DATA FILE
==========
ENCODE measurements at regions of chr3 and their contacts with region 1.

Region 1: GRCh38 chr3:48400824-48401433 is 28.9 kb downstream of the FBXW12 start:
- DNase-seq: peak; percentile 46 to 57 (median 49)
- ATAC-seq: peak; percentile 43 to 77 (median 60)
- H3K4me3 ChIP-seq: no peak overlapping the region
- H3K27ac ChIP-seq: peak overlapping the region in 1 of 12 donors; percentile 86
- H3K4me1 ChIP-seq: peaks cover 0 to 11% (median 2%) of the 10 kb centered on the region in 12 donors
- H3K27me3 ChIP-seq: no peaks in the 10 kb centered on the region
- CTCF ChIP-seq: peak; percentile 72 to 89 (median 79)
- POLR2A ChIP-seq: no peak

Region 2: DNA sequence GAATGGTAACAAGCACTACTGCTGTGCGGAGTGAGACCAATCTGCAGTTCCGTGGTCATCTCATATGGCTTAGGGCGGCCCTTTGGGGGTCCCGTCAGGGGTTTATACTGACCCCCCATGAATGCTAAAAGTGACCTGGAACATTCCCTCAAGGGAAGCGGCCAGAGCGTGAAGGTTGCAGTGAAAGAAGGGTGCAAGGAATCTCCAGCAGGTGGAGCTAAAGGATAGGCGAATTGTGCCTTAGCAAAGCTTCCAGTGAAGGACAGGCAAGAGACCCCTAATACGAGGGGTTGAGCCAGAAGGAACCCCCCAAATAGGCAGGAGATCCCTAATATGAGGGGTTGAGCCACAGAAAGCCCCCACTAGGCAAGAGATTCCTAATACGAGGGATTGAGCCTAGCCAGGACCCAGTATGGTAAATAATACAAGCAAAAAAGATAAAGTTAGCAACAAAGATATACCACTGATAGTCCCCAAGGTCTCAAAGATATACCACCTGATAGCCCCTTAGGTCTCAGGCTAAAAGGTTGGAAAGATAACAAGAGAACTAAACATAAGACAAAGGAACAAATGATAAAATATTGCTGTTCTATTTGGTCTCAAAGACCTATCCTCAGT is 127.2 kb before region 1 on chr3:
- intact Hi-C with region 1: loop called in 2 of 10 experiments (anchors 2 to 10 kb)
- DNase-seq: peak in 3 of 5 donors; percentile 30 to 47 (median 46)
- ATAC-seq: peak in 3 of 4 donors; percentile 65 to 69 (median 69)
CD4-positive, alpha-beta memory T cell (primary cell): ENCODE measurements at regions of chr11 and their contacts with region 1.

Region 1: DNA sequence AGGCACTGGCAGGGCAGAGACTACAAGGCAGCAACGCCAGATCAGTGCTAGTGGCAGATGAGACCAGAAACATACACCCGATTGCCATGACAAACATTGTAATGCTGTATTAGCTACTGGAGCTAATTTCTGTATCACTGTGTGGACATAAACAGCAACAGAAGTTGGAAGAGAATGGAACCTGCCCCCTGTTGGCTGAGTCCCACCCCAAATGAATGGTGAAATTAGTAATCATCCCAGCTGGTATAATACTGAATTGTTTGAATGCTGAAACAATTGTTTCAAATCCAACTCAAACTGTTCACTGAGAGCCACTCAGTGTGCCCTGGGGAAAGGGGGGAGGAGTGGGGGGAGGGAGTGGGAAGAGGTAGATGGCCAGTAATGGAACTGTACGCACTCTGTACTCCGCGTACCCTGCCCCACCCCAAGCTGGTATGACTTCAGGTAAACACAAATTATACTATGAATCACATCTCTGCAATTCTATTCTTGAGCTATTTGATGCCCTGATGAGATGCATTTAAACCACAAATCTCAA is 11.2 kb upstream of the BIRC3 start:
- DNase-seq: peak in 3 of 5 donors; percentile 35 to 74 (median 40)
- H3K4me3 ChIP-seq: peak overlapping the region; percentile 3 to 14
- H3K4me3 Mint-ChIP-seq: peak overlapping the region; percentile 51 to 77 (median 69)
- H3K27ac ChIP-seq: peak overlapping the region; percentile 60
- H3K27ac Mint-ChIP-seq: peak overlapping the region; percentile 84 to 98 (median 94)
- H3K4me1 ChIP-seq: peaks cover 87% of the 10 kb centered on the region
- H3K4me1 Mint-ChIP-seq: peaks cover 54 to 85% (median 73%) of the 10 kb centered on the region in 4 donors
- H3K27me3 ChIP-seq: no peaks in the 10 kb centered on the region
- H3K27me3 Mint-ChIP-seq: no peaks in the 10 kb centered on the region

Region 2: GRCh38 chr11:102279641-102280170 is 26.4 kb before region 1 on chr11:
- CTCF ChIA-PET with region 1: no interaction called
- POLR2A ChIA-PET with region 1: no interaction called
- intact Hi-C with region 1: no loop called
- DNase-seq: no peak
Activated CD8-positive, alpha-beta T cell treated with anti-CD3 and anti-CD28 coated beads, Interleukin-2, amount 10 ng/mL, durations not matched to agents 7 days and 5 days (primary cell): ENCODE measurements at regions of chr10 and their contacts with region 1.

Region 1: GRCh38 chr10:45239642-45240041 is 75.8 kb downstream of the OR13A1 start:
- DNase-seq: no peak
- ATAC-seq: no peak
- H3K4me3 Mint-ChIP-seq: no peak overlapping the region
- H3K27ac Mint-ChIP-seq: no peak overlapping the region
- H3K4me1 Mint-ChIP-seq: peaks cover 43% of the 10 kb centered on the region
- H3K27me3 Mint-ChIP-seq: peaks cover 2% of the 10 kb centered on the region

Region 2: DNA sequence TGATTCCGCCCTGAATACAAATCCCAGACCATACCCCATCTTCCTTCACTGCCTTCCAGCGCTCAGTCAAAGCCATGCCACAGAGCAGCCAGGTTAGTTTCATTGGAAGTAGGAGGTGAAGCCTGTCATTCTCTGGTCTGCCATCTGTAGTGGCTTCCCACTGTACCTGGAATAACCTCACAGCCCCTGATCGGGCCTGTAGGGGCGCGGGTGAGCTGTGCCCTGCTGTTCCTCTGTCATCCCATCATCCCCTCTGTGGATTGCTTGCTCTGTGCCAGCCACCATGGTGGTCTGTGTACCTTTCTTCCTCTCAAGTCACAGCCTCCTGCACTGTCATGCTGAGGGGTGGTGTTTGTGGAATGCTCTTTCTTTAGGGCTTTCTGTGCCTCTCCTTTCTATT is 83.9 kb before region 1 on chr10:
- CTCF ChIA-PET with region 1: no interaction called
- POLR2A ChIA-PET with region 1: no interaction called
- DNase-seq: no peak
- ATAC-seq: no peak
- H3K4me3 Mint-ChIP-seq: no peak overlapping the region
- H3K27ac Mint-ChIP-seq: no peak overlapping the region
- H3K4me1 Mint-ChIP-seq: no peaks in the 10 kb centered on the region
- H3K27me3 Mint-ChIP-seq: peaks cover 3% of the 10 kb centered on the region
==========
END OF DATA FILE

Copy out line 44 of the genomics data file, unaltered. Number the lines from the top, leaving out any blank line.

- H3K4me3 Mint-ChIP-seq: no peak overlapping the region